Despite a faculty that includes five Nobel Prize winners and being ranked in the Top 5 among public universities in the nation, UC Santa Barbara is seldom mentioned in southern California’s major newspaper — the Los Angeles Times.
But all that changed early this month when 10 Letters to the Editor were published in the Times, led by a long opinion piece by the architect, Dennis McFadden, whose resignation led to much of the furor, and an editorial staff opinion on the same date.
All missives concentrate on the absence of “real” windows in the 11-story, $1.5 billion dorm UCSB proposes to build on campus, with $200 million contributed by the building’s designer, the unsanctioned architect Charlie Munger, as though this was the only issue at stake.
I have no opinion on the proposed Munger dorm. I’m also unsanctioned.
However, I spent 30 years as a community organizer in and around Isla Vista, the half-square mile of private development embedded in the UCSB campus, which has grown to surround it on three sides. I’ve bucked headwinds through five chancellors, and I know where some of the bodies are buried.
What is missing in these 10 Letters to the Editor and two opinion pieces is any mention of the elephant in the room — UCSB over-enrollment. With its 15,000-18,000 residents, most of whom are college students and over 95 percent renters, Isla Vista bears the brunt of rapid enrollment expansion far in excess of the area’s housing supply. UCSB’s 2010 Long Range Development Plan (LRDP) called for 25,000 total students in 2025; it hit 25,976 in the fall of 2018 and was 26,179 in 2020 (bap.ucsb.edu). Data for 2021 is elusive.
The current rapid enrollment increases and their consequences are not a unique occurrence for UCSB. Rents in Isla Vista increased double-digits annually for 1974-1986 as UCSB upped its enrollment from 13,327 to 18,005 — in a period that saw a minimal increase in the local housing supply because of a building moratorium.
It appears the area has entered a similar period. As I write, hundreds of UCSB students are being housed in off-campus hotels for lack of space in Isla Vista or UCSB dorms, both of which appear to be at 100 percent of capacity. One can only imagine how rents in Isla Vista — already the most expensive in cost per bedroom in the County of Santa Barbara — have increased over the past few years.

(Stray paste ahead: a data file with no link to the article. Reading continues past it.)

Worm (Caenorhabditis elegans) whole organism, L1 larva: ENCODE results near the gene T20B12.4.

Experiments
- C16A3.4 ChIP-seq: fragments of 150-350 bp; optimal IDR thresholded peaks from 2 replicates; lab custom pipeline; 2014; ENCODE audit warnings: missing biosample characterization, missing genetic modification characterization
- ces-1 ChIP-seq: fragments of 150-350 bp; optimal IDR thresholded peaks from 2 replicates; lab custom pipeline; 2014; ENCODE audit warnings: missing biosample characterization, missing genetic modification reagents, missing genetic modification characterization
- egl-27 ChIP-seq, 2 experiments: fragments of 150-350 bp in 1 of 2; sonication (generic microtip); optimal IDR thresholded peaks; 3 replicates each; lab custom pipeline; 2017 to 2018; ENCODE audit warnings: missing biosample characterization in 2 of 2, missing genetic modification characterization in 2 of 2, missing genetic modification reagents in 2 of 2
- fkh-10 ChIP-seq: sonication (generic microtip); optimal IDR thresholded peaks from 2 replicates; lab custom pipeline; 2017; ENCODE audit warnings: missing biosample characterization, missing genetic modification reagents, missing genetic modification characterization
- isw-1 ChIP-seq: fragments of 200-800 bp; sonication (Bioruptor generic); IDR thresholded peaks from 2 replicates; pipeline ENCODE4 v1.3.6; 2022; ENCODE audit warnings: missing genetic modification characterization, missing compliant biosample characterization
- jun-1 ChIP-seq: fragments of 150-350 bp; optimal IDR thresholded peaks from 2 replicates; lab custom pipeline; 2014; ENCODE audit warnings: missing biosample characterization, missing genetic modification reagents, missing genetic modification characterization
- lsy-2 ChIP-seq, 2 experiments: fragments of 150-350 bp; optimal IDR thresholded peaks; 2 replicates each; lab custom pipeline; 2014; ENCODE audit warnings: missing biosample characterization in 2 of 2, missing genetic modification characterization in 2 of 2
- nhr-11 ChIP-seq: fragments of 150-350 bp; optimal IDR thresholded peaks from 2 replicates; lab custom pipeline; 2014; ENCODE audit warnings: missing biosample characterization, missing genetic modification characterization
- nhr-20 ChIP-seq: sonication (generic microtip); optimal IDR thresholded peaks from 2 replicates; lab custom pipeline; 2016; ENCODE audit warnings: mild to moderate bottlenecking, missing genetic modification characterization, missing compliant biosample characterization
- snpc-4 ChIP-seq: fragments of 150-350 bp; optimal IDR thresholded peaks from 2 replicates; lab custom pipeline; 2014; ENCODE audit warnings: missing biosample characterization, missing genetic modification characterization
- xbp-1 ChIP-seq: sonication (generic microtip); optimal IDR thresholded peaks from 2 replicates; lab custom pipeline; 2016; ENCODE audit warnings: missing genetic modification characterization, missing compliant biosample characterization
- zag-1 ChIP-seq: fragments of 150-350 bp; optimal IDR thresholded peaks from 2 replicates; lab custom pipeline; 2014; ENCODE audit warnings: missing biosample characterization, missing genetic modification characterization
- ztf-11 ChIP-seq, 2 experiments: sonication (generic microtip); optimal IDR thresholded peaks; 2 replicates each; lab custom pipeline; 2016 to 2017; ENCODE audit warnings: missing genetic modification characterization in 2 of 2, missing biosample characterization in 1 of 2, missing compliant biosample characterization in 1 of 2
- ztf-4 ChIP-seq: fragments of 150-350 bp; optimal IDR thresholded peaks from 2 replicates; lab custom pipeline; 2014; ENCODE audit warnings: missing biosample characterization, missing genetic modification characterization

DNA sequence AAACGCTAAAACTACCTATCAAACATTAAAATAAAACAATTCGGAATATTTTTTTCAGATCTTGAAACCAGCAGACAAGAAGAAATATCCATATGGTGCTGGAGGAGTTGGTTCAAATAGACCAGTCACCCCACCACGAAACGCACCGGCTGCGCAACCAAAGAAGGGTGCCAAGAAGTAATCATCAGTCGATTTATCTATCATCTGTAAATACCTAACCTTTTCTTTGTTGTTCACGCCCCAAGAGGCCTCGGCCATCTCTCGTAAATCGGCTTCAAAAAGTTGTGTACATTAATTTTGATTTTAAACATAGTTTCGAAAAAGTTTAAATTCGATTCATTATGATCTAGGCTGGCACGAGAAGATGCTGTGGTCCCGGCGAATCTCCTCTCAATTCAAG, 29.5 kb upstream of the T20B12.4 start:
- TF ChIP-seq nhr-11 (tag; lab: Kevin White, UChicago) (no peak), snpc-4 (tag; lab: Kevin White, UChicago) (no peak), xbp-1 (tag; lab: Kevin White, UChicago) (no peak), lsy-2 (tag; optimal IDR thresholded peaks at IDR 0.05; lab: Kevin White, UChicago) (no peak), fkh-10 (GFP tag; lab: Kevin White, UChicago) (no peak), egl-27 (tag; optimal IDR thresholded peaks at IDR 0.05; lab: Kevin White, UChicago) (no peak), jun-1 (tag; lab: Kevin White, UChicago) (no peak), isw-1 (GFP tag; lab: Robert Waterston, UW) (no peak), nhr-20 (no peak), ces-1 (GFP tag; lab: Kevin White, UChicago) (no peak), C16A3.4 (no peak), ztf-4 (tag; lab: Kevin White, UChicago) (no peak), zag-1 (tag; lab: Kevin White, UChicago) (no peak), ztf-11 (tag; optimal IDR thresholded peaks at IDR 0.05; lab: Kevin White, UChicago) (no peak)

Meanwhile, the reader has to look beyond the L.A. Times to find that 88 percent of the students like the prototype dorm Munger helped build at the University of Michigan. CNN quotes a poll that found that “the building has a rating of 8.8 out of 10 on veryapt.com. Reviewers praise the building’s amenities … .”
Almost a week after the initial barrage, the Times dug deeper and found that the real problem was that UCSB was expanding its enrollment beyond the ability of both the campus and surrounding communities to accommodate, which it wrote up in “Editorial: UC is at the tipping point with overcrowding.”
A few days ago, the adjacent City of Goleta announced it is suing UCSB for its failure to provide adequate housing for its expanding enrollment as it promised in its 2010 LRDP.
The bottom line is UCSB needs the 4,500 beds the Munger dorm will supply — with or without real windows — for its relentlessly expanding enrollment, which might exceed 30,000 in its next LRDP (delayed).
But it’s going to be a couple years of tough sledding as everyone endures the sluggish way the U has responded to this situation.
Carmen Lodise was twice elected to public office in Isla Vista, helped establish the town’s 23-park system where there was only one when he arrived in 1972, was a leader in the town’s three failed attempts to secure an election on becoming a city and the town’s 40-year successful campaign to secure a community center. He also published the town’s longest-running weekly newspaper: the Isla Vista Free Press (1987-89). He is the principal author of Isla Vista: A Citizen’s History (second edition, 2019). Lodise retired to Barra de Navidad, Mexico in 2015.